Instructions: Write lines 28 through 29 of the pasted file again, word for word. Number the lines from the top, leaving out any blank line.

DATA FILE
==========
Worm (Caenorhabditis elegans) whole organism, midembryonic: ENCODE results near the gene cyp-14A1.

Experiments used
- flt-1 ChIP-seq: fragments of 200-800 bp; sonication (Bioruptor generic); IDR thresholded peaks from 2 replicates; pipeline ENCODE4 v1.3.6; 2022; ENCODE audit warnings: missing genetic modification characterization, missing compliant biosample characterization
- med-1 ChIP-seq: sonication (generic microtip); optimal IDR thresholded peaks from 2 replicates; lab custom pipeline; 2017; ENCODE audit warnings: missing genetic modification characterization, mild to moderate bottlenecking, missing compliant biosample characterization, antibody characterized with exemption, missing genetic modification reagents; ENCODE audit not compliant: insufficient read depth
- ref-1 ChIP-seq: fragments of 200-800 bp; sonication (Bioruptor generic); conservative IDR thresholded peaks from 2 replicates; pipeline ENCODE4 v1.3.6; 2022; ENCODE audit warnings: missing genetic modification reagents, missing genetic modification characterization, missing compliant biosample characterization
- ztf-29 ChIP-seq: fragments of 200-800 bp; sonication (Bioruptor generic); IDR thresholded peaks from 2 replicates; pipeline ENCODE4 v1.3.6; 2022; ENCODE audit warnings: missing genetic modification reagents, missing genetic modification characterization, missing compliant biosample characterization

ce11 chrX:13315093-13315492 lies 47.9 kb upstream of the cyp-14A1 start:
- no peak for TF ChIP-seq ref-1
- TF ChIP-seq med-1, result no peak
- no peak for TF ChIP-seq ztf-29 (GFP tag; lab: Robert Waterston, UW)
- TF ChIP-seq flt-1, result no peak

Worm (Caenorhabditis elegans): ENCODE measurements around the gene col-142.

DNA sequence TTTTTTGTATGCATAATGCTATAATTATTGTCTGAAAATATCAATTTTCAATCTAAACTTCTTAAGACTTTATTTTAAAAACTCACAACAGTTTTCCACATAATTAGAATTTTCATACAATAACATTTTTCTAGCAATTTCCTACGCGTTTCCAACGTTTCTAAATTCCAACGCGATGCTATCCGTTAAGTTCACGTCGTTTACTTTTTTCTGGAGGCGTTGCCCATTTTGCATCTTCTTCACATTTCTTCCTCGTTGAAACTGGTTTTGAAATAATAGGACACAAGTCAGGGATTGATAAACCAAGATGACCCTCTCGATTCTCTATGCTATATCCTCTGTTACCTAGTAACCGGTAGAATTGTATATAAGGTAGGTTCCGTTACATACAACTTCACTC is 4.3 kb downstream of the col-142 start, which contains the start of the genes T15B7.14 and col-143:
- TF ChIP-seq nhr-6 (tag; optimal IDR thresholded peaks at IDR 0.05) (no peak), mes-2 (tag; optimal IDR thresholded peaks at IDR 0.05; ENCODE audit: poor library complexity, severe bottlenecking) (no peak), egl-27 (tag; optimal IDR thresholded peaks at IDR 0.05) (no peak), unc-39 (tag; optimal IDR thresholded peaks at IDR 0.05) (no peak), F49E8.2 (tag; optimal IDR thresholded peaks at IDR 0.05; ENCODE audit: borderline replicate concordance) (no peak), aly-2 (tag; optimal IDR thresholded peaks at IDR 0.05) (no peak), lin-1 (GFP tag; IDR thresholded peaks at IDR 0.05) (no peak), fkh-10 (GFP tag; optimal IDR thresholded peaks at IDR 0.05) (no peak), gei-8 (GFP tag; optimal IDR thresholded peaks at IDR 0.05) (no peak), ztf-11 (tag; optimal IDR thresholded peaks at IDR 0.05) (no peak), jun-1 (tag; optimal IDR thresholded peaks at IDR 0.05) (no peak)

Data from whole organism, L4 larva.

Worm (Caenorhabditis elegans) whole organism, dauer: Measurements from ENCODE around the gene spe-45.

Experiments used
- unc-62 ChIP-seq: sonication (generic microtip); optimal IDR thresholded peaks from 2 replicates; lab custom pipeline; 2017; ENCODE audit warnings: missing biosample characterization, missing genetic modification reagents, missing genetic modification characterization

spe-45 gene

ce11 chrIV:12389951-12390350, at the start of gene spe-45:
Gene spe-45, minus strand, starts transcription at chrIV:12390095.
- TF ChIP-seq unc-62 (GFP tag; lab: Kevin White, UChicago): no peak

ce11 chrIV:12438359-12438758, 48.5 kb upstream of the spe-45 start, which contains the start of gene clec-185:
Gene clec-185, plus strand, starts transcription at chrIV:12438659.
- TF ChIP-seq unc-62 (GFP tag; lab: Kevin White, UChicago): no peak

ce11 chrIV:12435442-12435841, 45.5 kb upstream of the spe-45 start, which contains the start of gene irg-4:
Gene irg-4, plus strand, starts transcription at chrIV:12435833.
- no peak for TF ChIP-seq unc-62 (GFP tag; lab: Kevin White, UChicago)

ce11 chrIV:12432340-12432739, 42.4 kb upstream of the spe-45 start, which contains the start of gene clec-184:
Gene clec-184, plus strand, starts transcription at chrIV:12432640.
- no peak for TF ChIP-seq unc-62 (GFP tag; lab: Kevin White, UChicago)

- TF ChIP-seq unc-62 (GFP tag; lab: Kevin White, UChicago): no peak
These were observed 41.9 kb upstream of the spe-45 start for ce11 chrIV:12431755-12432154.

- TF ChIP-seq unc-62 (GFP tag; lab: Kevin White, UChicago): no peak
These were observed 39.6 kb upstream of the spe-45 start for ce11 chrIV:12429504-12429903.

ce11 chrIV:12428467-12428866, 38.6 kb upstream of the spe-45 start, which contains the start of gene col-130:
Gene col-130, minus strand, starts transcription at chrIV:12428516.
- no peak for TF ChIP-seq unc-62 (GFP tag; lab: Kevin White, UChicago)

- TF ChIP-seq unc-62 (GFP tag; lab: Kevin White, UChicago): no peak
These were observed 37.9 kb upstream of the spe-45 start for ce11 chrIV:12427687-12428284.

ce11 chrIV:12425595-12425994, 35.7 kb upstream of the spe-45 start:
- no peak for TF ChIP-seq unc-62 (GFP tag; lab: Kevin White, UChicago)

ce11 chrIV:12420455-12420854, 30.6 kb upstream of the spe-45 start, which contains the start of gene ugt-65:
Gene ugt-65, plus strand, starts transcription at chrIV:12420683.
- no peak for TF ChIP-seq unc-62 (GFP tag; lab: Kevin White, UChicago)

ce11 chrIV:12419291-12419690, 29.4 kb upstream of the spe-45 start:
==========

- no peak for TF ChIP-seq unc-62 (GFP tag; lab: Kevin White, UChicago)

ce11 chrIV:12432340-12432739, 42.4 kb upstream of the spe-45 start, which contains the start of gene clec-184: